The inquiry potentially offers fresh embarrassment for Rupert Murdoch. In 2002, the NoW placed under surveillance the head of the Morgan murder investigation, former detective chief superintendent David Cook – allegedly on the orders of an executive.
The paper followed Cook, “blagged” his personal details from police databases, and tried to access his voicemail and that of his then wife.
Why did the NoW threaten the Cook in this way? Surely not as a favour for someone within the Met. That would be a conspiracy theory too far.
It seemed extraordinary after such an embarrassing public reverse that the Metropolitan police should have continued to charge people who were the subject of Mahmood’s revelations.
That struck Egan, too. Since the collapse of the Contostavlos trial she has fired off letters to the Met, the CPS and Lord Goldsmith, the former attorney general, calling for a proper investigation into all of Mahmood’s stories.
In her letter to Met commissioner Sir Bernard Hogan-Howe, she also expresses her amazement that his force held a secret inquiry called Operation Canopus into Mahmood’s journalistic methodology in the wake of the kidnap trial, but did not contact her.
So there are questions for the Met, the CPS and News UK. I’m afraid it sounds like another job for Sir Brian Leveson all over again.
The Met, the CPS and News UK.
Over the two-year timeframe, Yates repeated his misleading version of events to two Commons select committees and visited the Guardian to complain to the editor, Alan Rusbridger, about the paper’s coverage. Later, he threatened to sue the Guardian for publishing claims that he had misled parliament. Yates and Hayman specifically denied that Prescott had been a victim even though Caryatid in August 2006 had found evidence Mulcaire had been intercepting his voicemail from the phone of his special adviser, Joan Hammell.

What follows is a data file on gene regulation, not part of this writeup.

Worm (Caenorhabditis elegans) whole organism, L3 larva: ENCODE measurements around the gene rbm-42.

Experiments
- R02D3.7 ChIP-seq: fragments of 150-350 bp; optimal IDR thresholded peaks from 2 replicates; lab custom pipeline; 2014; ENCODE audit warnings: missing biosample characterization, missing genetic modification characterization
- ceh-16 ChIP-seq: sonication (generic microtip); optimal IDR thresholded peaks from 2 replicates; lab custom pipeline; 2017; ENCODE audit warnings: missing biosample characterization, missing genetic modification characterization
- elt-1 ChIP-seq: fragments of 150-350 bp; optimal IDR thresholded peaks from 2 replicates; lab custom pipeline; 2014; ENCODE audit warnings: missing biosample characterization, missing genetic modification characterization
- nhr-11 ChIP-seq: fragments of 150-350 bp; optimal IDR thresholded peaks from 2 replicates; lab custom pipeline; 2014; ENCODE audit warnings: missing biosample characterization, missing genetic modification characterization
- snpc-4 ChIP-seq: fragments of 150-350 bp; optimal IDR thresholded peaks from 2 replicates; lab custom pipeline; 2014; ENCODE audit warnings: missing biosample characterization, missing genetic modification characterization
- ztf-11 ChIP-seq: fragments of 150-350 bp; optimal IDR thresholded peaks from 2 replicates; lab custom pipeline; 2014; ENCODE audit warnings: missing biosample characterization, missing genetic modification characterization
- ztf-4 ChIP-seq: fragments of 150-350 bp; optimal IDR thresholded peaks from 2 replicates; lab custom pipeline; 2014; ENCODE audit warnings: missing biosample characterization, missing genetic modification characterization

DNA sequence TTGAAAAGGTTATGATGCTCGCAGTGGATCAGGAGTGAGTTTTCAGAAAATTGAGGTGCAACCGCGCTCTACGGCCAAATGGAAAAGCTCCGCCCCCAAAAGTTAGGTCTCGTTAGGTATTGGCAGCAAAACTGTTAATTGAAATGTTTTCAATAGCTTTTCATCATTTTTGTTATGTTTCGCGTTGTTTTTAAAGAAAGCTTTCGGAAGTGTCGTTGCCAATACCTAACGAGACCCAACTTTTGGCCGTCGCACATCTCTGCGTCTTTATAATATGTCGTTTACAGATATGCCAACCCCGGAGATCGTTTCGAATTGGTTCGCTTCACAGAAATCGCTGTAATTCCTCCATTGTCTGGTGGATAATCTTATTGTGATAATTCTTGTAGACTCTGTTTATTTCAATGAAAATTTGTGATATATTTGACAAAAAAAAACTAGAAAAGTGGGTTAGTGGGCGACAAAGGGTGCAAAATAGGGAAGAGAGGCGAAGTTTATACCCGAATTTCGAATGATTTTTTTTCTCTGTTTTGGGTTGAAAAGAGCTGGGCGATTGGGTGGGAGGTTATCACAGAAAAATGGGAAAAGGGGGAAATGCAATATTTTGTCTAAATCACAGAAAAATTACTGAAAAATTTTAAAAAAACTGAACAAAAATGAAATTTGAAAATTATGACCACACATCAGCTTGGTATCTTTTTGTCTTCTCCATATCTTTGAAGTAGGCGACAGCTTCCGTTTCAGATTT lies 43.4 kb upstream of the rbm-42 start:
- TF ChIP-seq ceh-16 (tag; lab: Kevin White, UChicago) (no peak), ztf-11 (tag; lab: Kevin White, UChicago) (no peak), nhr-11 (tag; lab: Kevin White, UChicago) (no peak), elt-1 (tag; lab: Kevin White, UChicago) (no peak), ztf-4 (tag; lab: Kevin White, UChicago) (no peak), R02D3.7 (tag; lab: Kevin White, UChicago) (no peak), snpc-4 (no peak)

The home affairs select committee criticised Hayman for his “cavalier attitude” towards his social contact with News International staff being investigated by his detectives and suggested this had “risked seriously undermining confidence in the impartiality of the police”. They also accused him of “deliberate prevarication in order to mislead the committee”.
Leveson found that Yates had adopted an “inappropriately dismissive and close-minded attitude” to the scandal and had been dogmatic and defensive in his comments.
Neither the select committee nor Leveson concluded Hayman, Yates or anybody else at Scotland Yard had let their judgment be influenced by contact with or fear of News International. Leveson concluded that although there had been “a series of poor decisions, poorly executed”, there was no evidence to challenge the integrity of the senior police officers concerned.